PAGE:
“The economy, labor market, and housing market have all seen meaningful rebounds since the onset of the pandemic, but there is still profound uncertainty. Additional waves of the virus could lead to further lockdowns and more job market instability,” said Fratantoni. “On the other hand, another pandemic-related stimulus package would result in faster economic growth and additional support for the market, albeit with slightly more upward pressure on mortgage rates.”
While the future of the housing market still looks bright, the long-delayed seasonal cool-down may finally be beginning. According to Realtor.com’s Weekly Housing Report, home price growth decline slightly for the week ending October 17, while the number of available homes and the pace of sale appears to be leveling off.
“During a time when the housing market usually slows down, we are once again reminded that 2020 is anything but typical. Going into the last half of October, the median U.S. home for sale is still priced near the year’s peak and is selling almost two weeks faster than last year,” said Danielle Hale, chief economist for the home listing site. “At the same time, the pace of change has steadied and for some indicators, even slowed. This could be a welcome relief for buyers who have navigated not only a pandemic, but also a fiercely competitive 2020 homebuying season characterized by double-digit price growth and record low inventory.”
The median listing price increased 11.1% last week, the second consecutive week of price deceleration and down from the 12.9% price acceleration in the first week of October. Despite the slight decrease in listing prices, the median home price remains at an unseasonably high $350,000.
While low inventory remains an issue, new listings were down by just 6%, a slight improvement over the previous week. The number of new listings coming onto the market has been slowly improving over the past month, and while total inventory remains 38% below last year’s level, there have been signs that the pace of loss of inventory is slowing down.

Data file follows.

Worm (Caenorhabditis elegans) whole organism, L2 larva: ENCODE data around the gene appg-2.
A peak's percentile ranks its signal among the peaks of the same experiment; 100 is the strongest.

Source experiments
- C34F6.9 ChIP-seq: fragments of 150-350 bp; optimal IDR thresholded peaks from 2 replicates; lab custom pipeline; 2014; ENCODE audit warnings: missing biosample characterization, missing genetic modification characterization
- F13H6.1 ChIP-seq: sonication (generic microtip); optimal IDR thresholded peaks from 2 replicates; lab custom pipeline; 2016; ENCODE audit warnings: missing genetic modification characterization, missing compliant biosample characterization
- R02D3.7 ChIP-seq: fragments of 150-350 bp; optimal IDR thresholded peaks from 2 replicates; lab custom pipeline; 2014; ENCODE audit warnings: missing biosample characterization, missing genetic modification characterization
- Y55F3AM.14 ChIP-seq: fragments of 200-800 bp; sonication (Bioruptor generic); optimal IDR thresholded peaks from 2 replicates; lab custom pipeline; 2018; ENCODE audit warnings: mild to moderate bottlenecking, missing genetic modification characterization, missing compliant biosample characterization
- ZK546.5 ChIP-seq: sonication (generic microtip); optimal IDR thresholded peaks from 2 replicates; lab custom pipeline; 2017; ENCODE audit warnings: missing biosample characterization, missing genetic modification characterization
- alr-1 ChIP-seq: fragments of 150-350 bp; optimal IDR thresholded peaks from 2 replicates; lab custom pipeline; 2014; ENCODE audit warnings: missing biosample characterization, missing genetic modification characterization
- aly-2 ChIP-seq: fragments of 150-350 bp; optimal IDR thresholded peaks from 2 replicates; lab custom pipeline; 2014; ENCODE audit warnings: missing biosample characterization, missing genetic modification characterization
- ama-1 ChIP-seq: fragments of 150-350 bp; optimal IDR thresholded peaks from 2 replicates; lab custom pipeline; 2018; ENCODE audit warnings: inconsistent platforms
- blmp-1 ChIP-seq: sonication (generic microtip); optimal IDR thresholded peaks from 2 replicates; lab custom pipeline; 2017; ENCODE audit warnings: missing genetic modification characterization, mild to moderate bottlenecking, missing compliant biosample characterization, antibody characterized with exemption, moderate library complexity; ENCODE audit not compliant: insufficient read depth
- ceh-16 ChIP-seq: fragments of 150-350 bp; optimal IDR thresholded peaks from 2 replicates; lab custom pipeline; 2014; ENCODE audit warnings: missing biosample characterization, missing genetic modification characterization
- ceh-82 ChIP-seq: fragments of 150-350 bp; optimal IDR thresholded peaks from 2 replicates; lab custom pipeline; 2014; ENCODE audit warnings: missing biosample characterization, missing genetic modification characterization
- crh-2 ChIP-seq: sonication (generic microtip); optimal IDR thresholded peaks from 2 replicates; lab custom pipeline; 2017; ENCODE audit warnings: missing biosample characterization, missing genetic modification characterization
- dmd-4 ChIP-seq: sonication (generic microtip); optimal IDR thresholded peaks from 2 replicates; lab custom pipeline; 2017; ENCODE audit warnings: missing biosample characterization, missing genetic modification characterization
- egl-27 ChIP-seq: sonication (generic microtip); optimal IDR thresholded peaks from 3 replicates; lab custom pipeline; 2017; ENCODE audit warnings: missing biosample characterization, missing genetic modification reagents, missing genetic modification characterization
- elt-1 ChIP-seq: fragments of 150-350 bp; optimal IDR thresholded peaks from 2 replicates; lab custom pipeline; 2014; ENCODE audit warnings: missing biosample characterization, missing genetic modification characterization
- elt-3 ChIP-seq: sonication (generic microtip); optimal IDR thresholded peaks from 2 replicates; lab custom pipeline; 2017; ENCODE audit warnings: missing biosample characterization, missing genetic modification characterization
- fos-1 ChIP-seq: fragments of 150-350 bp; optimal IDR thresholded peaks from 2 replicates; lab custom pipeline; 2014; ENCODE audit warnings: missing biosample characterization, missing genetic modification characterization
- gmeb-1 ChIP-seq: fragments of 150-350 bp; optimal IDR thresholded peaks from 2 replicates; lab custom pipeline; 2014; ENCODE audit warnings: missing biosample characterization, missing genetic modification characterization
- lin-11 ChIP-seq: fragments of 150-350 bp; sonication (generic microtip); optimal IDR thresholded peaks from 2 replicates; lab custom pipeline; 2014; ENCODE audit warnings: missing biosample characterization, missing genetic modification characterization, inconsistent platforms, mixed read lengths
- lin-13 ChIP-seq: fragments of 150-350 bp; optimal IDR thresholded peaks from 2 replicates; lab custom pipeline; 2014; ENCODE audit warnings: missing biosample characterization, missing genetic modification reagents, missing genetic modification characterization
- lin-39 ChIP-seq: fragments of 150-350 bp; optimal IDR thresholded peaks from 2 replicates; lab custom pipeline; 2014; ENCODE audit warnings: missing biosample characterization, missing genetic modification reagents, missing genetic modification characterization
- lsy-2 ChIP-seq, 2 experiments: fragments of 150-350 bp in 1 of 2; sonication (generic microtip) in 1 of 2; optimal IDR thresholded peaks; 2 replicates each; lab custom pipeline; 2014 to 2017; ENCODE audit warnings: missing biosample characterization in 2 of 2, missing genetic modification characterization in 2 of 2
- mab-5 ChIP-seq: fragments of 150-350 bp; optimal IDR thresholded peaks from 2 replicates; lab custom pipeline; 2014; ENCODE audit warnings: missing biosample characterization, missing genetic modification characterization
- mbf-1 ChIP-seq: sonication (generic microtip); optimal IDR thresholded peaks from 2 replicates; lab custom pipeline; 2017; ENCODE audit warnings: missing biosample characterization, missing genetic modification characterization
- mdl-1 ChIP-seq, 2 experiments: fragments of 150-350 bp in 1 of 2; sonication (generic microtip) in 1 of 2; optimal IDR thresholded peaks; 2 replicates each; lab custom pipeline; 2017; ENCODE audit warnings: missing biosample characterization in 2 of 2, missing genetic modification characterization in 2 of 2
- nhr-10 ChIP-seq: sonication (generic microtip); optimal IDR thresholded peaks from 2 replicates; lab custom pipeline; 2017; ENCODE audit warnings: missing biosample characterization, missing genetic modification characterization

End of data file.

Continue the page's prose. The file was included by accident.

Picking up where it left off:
The pace of sales is still high, with homes selling 13 days faster than the same time last year. However, the pace is down by one day from last week’s 14 day pace. It’s the fourth consecutive week where homes have sold about two weeks faster than last year. While it remains a seller’s market, signs seem to be pointing to more equitable supply and demand.
Mortgage Tip of the Week
From Emanuel Santa-Donato, senior director of Capital Markets at Better.com, on setting a budget for your home search:
Borrowers should be sure to factor in tax deductions for homeowners, too. By evaluating ways tax deductions factor into cost, you may find that the true cost of your new home is less than you thought.“
© Copyright 2020 Ad Practitioners, LLC. All Rights Reserved.
This article originally appeared on Money.com and may contain affiliate links for which Money receives compensation. Opinions expressed in this article are the author’s alone, not those of a third-party entity, and have not been reviewed, approved, or otherwise endorsed. Offers may be subject to change without notice. For more information, read Money’s full disclaimer.